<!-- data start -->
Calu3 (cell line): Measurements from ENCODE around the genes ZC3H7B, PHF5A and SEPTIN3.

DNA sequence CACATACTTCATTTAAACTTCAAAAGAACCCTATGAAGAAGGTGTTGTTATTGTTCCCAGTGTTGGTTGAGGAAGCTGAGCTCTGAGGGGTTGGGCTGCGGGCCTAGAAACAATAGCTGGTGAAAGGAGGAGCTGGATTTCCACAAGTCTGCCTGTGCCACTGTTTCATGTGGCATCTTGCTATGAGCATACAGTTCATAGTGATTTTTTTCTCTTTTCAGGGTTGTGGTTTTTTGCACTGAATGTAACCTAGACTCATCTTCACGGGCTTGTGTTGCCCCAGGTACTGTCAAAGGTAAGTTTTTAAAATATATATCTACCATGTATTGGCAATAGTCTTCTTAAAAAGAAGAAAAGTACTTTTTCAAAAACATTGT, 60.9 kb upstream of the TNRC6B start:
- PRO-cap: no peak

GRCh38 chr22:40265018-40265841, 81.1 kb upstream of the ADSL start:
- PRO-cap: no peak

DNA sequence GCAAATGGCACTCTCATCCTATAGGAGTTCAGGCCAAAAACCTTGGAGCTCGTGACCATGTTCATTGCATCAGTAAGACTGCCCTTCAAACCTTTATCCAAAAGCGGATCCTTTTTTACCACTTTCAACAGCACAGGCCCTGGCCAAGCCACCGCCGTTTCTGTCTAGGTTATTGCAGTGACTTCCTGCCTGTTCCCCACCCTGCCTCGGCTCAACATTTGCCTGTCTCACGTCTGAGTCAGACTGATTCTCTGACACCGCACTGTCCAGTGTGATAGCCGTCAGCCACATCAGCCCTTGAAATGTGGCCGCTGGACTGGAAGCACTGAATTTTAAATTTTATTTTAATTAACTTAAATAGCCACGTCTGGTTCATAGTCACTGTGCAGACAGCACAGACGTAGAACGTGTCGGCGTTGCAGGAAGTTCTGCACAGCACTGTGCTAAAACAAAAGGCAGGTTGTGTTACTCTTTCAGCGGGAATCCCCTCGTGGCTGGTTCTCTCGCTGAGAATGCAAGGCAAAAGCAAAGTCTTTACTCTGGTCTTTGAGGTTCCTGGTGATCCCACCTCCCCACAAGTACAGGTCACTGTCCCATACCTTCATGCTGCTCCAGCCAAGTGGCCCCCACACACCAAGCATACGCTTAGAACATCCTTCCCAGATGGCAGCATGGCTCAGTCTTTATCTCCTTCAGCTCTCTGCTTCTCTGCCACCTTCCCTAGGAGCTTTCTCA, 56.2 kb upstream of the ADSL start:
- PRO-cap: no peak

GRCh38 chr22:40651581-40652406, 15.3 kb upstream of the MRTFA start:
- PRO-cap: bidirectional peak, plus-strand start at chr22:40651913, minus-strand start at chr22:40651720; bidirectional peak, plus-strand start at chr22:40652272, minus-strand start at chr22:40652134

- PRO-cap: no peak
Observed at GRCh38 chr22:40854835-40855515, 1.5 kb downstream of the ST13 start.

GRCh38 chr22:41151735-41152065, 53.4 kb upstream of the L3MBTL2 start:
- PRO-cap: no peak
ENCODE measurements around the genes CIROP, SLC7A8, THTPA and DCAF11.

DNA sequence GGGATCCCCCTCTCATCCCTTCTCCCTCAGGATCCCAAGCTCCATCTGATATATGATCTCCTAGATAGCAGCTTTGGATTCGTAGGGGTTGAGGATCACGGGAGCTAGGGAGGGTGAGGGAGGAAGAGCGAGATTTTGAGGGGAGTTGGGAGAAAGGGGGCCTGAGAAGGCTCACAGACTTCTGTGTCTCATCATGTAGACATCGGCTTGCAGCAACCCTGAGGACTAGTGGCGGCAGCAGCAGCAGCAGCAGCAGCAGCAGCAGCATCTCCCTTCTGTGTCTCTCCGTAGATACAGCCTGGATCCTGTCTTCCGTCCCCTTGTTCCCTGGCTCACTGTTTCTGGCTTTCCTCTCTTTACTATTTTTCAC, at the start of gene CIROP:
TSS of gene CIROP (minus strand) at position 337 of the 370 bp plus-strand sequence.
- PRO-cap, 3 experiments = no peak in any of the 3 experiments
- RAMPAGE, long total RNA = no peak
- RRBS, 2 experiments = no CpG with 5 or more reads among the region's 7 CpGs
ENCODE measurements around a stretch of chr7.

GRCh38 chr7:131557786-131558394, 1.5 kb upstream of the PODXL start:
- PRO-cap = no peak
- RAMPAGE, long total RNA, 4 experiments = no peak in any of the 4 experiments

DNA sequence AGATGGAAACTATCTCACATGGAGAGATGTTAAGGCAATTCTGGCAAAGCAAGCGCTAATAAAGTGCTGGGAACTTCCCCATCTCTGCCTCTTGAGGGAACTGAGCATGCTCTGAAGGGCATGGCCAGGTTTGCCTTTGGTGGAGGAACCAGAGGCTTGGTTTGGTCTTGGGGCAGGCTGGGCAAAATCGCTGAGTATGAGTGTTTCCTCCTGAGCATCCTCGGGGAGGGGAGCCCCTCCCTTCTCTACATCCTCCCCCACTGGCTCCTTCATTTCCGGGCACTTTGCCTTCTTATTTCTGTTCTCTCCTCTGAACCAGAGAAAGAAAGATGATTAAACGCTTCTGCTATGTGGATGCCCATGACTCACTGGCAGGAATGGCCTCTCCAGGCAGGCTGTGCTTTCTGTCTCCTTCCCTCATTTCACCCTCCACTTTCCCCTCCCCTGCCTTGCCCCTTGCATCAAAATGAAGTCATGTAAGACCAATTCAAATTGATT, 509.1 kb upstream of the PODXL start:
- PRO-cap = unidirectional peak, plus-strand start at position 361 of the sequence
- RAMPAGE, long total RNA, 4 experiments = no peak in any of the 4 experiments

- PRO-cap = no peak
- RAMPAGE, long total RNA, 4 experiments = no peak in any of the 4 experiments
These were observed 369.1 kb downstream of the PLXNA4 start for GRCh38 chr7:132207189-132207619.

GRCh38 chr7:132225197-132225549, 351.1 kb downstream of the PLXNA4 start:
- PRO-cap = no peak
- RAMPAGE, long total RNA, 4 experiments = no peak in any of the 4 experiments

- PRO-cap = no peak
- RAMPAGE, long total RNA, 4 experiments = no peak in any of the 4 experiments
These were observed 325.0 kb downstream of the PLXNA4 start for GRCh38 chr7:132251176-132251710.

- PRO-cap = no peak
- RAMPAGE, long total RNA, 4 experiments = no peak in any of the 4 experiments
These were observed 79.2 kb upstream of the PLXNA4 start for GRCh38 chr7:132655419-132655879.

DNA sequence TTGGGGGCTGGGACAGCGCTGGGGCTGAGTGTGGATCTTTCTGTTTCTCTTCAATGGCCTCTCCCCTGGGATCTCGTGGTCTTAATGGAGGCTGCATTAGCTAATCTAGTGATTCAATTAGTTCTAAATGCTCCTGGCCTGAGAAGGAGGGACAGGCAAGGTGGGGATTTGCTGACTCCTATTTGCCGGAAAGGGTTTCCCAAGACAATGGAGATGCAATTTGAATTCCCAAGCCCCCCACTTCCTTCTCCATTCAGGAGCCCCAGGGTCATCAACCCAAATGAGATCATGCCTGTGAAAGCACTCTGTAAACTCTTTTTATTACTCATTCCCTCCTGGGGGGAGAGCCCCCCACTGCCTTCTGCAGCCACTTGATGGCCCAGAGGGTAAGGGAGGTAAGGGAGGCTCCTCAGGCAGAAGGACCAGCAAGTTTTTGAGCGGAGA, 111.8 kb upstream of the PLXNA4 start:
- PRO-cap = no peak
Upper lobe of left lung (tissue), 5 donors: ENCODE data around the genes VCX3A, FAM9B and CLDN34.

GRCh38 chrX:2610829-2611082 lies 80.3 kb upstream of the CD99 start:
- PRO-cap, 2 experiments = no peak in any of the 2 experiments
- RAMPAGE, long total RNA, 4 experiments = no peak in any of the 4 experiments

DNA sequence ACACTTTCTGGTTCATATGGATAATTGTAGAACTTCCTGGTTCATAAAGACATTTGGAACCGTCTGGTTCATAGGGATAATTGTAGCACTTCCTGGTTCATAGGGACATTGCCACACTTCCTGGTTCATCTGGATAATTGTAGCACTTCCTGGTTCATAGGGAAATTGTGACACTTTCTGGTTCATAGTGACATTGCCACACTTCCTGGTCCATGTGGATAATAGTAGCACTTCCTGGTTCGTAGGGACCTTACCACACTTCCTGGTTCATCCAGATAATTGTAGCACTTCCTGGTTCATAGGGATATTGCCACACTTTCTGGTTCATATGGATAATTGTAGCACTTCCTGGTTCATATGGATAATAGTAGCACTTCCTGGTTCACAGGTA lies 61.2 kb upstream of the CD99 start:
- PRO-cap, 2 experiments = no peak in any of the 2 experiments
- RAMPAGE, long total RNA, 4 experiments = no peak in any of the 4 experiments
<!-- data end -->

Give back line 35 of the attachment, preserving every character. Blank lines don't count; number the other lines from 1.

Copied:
These were observed 325.0 kb downstream of the PLXNA4 start for GRCh38 chr7:132251176-132251710.